All events on King’s Day 2020 are canceled, but that doesn’t mean we can’t enjoy our most popular national holiday. Let us tell you what King’s Day is all about, why it’s so popular and how we’re celebrating King’s Day from home!

What is King’s Day?

On King’s Day, everyone in the Netherlands celebrates the King’s birthday. 27 April is the birthday of King Willem-Alexander. Before 2013, the national holiday was called Queensday and was held on 30 April to celebrate the birthday of former Queen Beatrix, the mother of King Willem-Alexander. However, 30 April wasn’t actually the birthday of Queen Beatrix, but of her mother Queen Juliana. Fortunately for all Dutchies, as Queen Beatrix was born on 31 January. That would have been some awfully cold Queen’s Days…

Why does everyone wear orange on King’s Day?

Orange is the color of the Dutch royal family: the House of Orange-Nassau. Orange symbolizes pride in the country and in being Dutch. It has become the national color of the Netherlands. You can find the color orange in many of the national teams’ sports uniforms and Dutch sports supporters are always recognizable by their orange outfits. As King’s Day celebrates the birthday of the highest member of the Dutch royal family and it’s a typically Dutch holiday, it’s the perfect occasion to wear orange.

Tulip fields in Flevoland, the Netherlands

King’s Day traditions

Flea Market

A typical King’s Day tradition is the flea market. On King’s Day, every city, village and even many neighborhoods have their own flea market. Unlike all other days of the year, everyone is allowed to sell their unwanted stuff. This is typically done by laying down all the goods on a blanket. The flea market is always the highlight for kids on King’s Day. Most kids get some pocket money from their parents to buy new toys at the flea market.


For adults, King’s Day is all about partying. Lots of music festivals and concerts are organized around the country. There is always a party near you!

Orange tompouce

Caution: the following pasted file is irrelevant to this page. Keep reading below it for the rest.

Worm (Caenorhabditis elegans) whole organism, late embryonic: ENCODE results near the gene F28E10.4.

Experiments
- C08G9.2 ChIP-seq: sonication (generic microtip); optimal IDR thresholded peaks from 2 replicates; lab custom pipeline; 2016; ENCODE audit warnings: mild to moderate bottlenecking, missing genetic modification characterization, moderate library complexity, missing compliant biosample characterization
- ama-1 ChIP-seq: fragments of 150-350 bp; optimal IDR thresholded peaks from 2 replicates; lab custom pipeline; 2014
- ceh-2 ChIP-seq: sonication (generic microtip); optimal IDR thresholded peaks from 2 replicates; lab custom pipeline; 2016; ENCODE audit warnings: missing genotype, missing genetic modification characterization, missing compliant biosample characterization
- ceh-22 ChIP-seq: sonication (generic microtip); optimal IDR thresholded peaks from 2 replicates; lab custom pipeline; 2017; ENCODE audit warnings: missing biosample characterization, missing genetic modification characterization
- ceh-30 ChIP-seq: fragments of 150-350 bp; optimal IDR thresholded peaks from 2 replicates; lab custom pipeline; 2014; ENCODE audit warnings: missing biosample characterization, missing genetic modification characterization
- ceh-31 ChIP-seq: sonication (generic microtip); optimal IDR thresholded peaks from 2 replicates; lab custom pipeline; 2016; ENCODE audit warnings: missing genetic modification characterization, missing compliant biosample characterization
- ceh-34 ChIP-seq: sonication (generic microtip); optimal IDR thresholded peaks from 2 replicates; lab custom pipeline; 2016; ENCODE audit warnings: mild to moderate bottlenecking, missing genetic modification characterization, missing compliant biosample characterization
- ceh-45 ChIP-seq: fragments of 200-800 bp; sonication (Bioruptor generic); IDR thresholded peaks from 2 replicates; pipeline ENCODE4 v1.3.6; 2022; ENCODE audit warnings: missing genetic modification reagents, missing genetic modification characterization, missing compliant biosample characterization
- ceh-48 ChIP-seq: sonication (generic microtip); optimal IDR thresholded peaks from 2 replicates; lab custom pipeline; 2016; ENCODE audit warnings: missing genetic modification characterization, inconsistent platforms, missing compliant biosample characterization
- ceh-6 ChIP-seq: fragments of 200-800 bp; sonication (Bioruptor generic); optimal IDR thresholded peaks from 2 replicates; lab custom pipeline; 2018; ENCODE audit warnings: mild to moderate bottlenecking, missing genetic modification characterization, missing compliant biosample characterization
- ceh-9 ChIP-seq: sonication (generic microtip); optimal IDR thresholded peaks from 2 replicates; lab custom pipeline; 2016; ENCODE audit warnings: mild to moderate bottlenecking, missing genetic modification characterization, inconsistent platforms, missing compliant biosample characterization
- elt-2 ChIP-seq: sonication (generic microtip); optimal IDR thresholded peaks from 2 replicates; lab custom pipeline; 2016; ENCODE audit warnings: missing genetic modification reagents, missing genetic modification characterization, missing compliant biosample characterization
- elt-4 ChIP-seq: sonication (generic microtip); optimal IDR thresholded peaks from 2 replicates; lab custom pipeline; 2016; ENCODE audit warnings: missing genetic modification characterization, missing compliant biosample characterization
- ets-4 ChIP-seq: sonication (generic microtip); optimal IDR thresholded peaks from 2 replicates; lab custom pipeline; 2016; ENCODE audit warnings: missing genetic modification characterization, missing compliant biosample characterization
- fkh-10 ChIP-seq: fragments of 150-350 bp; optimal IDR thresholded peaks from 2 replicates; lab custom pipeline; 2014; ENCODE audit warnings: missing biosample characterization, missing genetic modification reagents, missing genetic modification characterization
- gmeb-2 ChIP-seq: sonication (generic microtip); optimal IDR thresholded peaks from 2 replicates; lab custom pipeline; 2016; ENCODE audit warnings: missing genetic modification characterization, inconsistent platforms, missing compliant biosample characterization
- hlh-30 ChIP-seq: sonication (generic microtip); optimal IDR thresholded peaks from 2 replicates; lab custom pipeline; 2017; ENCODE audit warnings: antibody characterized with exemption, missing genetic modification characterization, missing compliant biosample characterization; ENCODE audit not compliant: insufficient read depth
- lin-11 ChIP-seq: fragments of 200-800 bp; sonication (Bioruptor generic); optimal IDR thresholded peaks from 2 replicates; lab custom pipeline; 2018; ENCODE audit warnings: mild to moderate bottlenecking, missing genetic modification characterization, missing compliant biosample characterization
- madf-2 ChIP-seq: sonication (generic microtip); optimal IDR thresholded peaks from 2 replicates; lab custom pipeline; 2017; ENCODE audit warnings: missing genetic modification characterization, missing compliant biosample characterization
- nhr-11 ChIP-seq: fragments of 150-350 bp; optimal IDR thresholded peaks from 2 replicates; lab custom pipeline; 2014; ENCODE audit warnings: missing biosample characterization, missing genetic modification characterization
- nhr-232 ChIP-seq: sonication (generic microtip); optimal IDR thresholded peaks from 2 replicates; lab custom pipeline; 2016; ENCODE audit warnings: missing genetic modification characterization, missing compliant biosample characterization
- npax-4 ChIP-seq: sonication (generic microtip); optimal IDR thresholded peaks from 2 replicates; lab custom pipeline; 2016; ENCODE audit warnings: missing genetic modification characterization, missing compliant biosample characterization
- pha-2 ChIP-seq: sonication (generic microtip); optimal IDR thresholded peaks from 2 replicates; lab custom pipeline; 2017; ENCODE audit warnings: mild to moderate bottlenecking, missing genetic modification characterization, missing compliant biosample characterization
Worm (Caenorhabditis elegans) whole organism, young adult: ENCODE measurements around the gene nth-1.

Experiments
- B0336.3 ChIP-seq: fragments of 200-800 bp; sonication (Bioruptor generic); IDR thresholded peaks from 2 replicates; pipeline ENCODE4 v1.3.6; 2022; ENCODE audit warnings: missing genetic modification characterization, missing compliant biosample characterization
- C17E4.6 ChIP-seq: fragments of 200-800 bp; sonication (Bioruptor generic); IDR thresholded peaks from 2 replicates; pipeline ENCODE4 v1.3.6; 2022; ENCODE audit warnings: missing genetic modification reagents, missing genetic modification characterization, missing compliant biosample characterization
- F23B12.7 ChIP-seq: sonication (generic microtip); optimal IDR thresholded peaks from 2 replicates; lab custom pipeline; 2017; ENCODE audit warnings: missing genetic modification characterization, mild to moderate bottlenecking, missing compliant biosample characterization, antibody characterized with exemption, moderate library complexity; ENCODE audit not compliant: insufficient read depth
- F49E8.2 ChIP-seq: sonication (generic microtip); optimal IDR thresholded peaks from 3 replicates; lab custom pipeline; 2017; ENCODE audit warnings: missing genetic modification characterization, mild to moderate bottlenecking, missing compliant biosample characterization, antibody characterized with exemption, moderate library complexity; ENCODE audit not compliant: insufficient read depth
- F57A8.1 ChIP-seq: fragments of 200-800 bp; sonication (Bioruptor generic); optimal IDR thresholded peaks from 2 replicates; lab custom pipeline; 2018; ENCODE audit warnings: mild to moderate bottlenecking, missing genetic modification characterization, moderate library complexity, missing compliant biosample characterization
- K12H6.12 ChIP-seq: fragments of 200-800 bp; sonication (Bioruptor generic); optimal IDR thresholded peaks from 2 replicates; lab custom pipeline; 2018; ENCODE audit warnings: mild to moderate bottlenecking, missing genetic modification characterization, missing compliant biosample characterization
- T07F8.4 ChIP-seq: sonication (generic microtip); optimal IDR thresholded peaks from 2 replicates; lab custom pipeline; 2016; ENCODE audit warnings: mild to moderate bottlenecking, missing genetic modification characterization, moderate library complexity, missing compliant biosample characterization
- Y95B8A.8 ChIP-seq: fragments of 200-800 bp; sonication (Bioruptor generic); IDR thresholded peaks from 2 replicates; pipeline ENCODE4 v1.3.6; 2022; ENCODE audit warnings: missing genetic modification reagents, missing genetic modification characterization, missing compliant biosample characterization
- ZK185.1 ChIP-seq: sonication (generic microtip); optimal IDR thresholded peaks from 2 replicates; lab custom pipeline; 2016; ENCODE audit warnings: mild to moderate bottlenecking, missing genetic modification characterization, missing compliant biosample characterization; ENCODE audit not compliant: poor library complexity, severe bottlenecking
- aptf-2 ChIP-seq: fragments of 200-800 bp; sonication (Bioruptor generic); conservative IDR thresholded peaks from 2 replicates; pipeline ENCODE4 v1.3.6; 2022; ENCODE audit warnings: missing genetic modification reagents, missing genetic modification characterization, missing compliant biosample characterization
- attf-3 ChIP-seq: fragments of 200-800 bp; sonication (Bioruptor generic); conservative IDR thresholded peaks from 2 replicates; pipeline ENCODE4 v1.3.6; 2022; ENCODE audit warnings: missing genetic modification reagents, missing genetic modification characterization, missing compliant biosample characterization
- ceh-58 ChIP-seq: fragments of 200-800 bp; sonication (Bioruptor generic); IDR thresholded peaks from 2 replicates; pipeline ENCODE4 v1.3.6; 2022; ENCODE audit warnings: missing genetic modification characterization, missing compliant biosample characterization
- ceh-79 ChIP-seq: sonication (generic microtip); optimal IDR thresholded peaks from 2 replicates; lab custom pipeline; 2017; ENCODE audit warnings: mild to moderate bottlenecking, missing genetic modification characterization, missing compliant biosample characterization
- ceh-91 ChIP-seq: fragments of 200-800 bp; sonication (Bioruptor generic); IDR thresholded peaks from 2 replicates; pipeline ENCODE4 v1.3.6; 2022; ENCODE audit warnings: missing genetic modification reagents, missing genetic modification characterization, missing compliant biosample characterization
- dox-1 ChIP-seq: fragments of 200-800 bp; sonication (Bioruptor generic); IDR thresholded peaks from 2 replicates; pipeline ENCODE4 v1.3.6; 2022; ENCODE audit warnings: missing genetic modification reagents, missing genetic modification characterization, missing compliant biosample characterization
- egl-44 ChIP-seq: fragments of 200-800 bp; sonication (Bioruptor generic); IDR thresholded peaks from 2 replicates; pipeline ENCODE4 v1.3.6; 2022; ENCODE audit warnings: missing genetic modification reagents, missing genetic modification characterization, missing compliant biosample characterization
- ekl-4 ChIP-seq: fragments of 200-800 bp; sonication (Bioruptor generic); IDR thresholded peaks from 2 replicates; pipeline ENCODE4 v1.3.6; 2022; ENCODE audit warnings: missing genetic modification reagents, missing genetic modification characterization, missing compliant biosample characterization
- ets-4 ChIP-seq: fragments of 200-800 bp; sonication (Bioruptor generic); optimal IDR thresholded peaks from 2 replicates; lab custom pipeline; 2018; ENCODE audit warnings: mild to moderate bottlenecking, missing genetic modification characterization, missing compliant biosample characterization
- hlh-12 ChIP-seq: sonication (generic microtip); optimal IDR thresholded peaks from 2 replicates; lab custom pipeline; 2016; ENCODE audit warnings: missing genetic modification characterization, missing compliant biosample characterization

A King’s Day celebration isn’t complete without having an orange tompouce. A tompouce is a Dutch pastry loaded with cream and usually topped with pink icing. For King’s Day, all bakeries switch to orange icing instead of pink. It’s a delicious treat!

Orange tompouce for King's Day


Oranjebitter is an orange-colored liquor that is typically drunk on King’s Day. As the name suggests, the taste of the drink is bitter. It’s not our favorite drink at all, but traditions are traditions right!?

Old Dutch Games

At every flea market on King’s Day, you’ll find a square where you can play old Dutch games. Every Dutch kid has played these games at elementary school, so we’re all somewhat familiar with them.


Blikgooien is a game in which you have to throw a ball at empty tins on a shelf. The one that throws off most of the tins, wins.


Koekhappen translates to cake biting and that’s what the game is about. A slice of “ontbijtkoek” (gingerbread cake) is hung up on a thread at a height so you can just reach it. With your hand on your back you have to eat the cake (that you can barely reach). The one who finishes the cake first wins.

Ring werpen

Ring werpen means throwing rings. You have to throw rings over a few bottles. The one that throws most rings over the bottles, wins.

Ezeltje prik

Ezeltje prik translates to donkey prick. This game is known in English as ‘pin the tale on the donkey’. If you’re unaware, the purpose of the game is to pin the donkey’s tail at the right place on its body, while being blindfolded. Typically, you also have to turn around three times while being blindfolded to make sure you’re a bit disoriented. The one who pins the tail closest to the donkey’s rear end wins.


The literal translation of spijkerpoepen is pooping nails. Yup. You need to attach a nail to your waist, using a rope, and hang above an empty bottle and try to slowly place the needle in the bottle. The first one who nails it, wins. ;)

For kids, King’s Day owes its popularity mostly to the flea markets, and for adults, it’s popular because of the music events and parties. The fact that King’s Day is a national holiday, which means a day off of work, also works very well for its popularity. Every year, King’s Day attracts thousands of tourists to Amsterdam. All streets and canals are turned orange and the entire city becomes one big party!

If you want to celebrate King’s Day in the future, be sure to plan your trip well in advance. Hotels fill up very quickly around the 27th of April.

How are we celebrating King’s Day from home?

This is how we celebrated King’s Day 2020 in self-isolation.


Is visiting the Netherlands on King’s Day on your bucket list? Let us know in the comments below!

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